By E.J. Mundell
THURSDAY, Jan. 10, 2019 (HealthDay News) -- The rate at which middle-aged American women die from overdoses involving opioids and other drugs nearly quadrupled between 1999 and 2017, new government data shows.
In 1999, about seven out of every 100,000 deaths among U.S. women aged 30 to 64 was caused by a drug overdose, but by 2017 that rate had risen to about 24 women per 100,000 -- a 260 percent increase, the U.S. Centers for Disease Control and Prevention said.
At the same time, rates of fatal ODs from opioids, specifically, rose nearly sixfold for middle-aged women.
The steepest increase was actually seen among older women -- those aged 55 to 64 -- noted a team led by Karin Mack, of the CDC's National Center for Injury Prevention and Control.
In fact, the average age of death from overdose crept up by about three years over the course of the study period. In 1999, the average age of a fatal OD in middle-aged women was 43.5 years, but by 2017 it had risen to 46.3 years, Mack's team reported.
The bottom line, the researchers said, is that "efforts are needed to reduce the number of deaths in this evolving epidemic among middle-aged women."
One physician on the frontlines of the overdose crisis said multiple factors are contributing to these tragedies.
"We know that prescription opioids are still the main driver of the current opioid epidemic, but it's important to understand the sharp rise of fentanyl-laced heroin responsible for increased numbers of deaths," said Dr. Robert Glatter. He's an emergency physician at Lenox Hill Hospital in New York City.
Fentanyl is an opioid that's thought to be 50 times more potent than heroin and 100 times more potent than morphine.
"Cheap, illicitly manufactured fentanyl from China and Southeast Asia is making its way onto the streets in the U.S.," Glatter explained.
He said that while men tend to have higher rates of drug abuse than women, women can be especially vulnerable.
"Women's substance use tends to progress more rapidly from first-time use until addiction develops," Glatter said. "Withdrawal can also be more intense for women, and they may also respond differently than men to specific medical treatments."
The new CDC study relied on 1999-2017 data from the National Vital Statistics System.
The data revealed that for women aged 30 to 64, deaths linked to "synthetic opioids" -- a class that includes fentanyl -- rose about 17-fold during the study period. Steep increases were also seen for deaths involving heroin (a 10-fold rise), as well as those involving Valium, Xanax or other benzodiazepine drugs (a ninefold rise). Often, overdoses involved multiple drugs.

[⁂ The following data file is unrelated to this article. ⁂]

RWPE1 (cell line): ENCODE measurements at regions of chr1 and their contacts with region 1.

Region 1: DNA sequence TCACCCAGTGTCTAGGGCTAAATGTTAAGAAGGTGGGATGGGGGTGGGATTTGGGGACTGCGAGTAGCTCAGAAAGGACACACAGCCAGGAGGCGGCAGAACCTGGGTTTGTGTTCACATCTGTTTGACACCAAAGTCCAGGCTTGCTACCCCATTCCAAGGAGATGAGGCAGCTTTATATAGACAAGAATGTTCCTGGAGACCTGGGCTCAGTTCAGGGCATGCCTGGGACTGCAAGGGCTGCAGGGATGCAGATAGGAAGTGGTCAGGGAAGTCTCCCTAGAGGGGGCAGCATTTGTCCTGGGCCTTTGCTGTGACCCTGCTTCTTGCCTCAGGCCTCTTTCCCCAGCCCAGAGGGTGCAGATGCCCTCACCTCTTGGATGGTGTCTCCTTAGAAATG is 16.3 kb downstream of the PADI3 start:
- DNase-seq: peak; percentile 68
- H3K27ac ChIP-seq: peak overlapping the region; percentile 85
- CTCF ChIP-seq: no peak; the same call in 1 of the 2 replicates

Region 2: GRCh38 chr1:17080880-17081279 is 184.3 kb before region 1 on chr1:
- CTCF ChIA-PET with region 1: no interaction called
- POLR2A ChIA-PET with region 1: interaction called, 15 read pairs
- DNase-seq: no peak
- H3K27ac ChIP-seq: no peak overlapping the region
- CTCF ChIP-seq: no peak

Why are women in middle age being hit especially hard by the opioid abuse crisis? Addiction specialist Dr. Harshal Kirane had some theories.
"Middle-aged women are often prevented from accessing care due to family responsibilities, child care considerations and financial disparities," said Kirane, who directs addiction services at Staten Island University Hospital in New York City.
"Moreover, certain mental health issues -- such as anxiety and depression -- tend to occur at higher rates in women, which create profound obstacles to engagement in care," he said.
"People with untreated or undertreated depression or anxiety are at higher risk for substance abuse, with middle-aged women in this demographic at higher risk for opiate as well as benzodiazepine abuse," Glatter said. "Women who are victims of domestic violence are also at higher risk of substance abuse."
All of this means that more outreach must be done to help women who are vulnerable to addiction.
Kirane suggested that "we must expand the entire infrastructure for addiction care in our country, and address the comprehensive needs for women struggling with opioid-related issues."
Crucial to these efforts are boosting women's access to education about overdose, allowing them easy access to the overdose antidote naloxone, and widening the availability of medication-assisted treatments aimed at weaning people off addictive drugs, Kirane said.
The new report was published Jan. 11 in the CDC's Morbidity and Mortality Weekly Report.
The American Academy of Family Physicians has more on opioid addiction.
SOURCES: Robert Glatter, M.D., emergency physician, Lenox Hill Hospital, New York City; Harshal Kirane, M.D., director, addiction services, Staten Island University Hospital, New York City; Jan. 11, 2019, Morbidity and Mortality Weekly Report
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